Psychologists have long known that first impressions really do matter—what we see, hear, feel, or experience in our first encounter with something colors how we process the rest of it. Articles are no exception. And just as people can manage the impression that they make through their choice of attire, so, too, can the crafting of the headline subtly shift the perception of the text that follows. By drawing attention to certain details or facts, a headline can affect what existing knowledge is activated in your head. By its choice of phrasing, a headline can influence your mindset as you read so that you later recall details that coincide with what you were expecting. For instance, the headline of this article I wrote—”A Gene That Makes You Need Less Sleep?”—is not inaccurate in any way. But it does likely prompt a focus on one specific part of the piece. If I had instead called it “Why We Need Eight Hours of Sleep,” people would remember it differently.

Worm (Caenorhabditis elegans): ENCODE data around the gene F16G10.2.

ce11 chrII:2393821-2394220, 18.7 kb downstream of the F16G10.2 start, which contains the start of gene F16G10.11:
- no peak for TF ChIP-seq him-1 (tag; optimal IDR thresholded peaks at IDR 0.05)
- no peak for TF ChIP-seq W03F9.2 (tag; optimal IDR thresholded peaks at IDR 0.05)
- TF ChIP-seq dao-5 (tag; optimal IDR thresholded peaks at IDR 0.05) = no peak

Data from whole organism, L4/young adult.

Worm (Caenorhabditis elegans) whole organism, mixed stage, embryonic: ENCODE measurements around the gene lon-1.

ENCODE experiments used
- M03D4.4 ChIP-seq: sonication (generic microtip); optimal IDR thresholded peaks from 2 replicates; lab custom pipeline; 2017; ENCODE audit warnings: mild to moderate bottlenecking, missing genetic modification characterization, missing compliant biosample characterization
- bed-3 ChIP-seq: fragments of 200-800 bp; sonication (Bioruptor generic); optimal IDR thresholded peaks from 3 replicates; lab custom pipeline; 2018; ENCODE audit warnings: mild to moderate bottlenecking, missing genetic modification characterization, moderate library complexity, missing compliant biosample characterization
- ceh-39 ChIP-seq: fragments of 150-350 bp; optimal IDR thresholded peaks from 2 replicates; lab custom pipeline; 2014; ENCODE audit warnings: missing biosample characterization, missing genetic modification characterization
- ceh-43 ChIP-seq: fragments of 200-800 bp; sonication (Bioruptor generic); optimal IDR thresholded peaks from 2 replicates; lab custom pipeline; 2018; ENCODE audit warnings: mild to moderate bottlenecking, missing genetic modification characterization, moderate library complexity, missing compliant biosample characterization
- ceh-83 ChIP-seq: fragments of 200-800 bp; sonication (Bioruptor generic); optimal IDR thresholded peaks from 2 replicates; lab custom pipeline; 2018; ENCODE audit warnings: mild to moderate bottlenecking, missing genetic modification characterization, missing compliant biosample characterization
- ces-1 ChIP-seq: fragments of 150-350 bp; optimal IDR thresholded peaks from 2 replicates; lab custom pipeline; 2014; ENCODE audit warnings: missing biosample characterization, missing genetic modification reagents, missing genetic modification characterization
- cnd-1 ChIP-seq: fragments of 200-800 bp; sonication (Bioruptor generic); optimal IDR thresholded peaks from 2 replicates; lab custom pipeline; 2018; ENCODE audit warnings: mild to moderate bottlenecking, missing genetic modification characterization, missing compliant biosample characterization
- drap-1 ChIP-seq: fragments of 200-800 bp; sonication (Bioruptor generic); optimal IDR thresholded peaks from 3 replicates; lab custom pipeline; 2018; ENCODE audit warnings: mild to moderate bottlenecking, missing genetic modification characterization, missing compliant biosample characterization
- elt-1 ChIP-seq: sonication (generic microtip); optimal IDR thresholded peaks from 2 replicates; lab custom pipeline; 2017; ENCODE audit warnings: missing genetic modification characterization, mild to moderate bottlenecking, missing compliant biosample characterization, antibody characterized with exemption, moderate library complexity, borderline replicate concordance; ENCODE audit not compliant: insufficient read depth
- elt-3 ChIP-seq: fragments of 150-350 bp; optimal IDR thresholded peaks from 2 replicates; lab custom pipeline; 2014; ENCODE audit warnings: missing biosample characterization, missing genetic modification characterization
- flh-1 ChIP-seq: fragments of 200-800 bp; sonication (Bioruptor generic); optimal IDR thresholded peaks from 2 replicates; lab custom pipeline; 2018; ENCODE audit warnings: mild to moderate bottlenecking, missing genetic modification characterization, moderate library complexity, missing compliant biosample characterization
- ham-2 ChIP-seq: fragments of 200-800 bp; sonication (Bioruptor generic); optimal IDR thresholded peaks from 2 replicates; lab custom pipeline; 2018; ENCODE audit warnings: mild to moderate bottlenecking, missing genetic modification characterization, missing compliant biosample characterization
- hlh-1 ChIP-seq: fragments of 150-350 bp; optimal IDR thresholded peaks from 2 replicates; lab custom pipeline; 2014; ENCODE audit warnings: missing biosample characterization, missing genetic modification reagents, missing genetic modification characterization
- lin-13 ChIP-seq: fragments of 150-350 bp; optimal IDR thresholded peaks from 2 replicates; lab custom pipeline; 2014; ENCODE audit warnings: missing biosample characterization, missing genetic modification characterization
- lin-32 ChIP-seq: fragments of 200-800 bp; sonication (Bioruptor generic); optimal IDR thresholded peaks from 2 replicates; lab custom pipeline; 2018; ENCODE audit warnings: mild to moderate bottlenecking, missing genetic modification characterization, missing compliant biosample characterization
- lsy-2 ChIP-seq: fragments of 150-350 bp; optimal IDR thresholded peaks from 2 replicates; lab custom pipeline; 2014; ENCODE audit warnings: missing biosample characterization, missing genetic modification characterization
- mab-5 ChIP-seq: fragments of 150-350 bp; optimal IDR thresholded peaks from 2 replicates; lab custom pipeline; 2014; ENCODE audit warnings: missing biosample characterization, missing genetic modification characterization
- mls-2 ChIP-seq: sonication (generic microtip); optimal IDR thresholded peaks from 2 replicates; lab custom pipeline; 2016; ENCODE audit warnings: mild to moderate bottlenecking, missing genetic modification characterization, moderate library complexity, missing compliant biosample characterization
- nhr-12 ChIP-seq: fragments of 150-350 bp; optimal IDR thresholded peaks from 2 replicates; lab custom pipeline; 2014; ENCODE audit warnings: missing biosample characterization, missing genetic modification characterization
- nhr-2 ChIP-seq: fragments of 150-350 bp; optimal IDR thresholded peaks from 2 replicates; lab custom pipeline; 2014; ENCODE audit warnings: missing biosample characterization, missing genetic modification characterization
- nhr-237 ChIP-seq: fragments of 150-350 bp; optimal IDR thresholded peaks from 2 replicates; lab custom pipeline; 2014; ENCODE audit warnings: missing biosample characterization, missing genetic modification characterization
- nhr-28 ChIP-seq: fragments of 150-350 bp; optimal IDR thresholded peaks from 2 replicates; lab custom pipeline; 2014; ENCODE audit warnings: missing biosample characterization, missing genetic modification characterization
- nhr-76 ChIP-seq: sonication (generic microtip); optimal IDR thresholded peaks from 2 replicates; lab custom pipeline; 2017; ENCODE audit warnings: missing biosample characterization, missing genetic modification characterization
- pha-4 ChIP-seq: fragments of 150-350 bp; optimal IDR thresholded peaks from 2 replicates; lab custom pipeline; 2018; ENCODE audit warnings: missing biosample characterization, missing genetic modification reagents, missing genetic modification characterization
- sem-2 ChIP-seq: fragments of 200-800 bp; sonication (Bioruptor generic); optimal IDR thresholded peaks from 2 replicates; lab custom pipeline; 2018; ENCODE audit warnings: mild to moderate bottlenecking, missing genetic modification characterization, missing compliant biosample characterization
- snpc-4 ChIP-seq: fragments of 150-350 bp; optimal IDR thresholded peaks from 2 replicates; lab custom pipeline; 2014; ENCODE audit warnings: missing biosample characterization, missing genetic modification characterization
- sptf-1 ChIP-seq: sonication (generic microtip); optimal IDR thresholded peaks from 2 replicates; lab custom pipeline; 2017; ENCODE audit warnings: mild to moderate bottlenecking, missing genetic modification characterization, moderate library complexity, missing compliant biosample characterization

Worldbuilders let people who donated money to them vote on what I would read if they hit $600,000. They did reach that goal, and they voted. It was between Goodnight Moon, Fox in Socks, Where the Wild Things Are and Jabberwocky. Jabberwocky won. So I got up this morning and headed, sleep-bleary, out into the woods to record myself reciting it... You can donate to Worldbuilders at worldbuilders.org. And you should.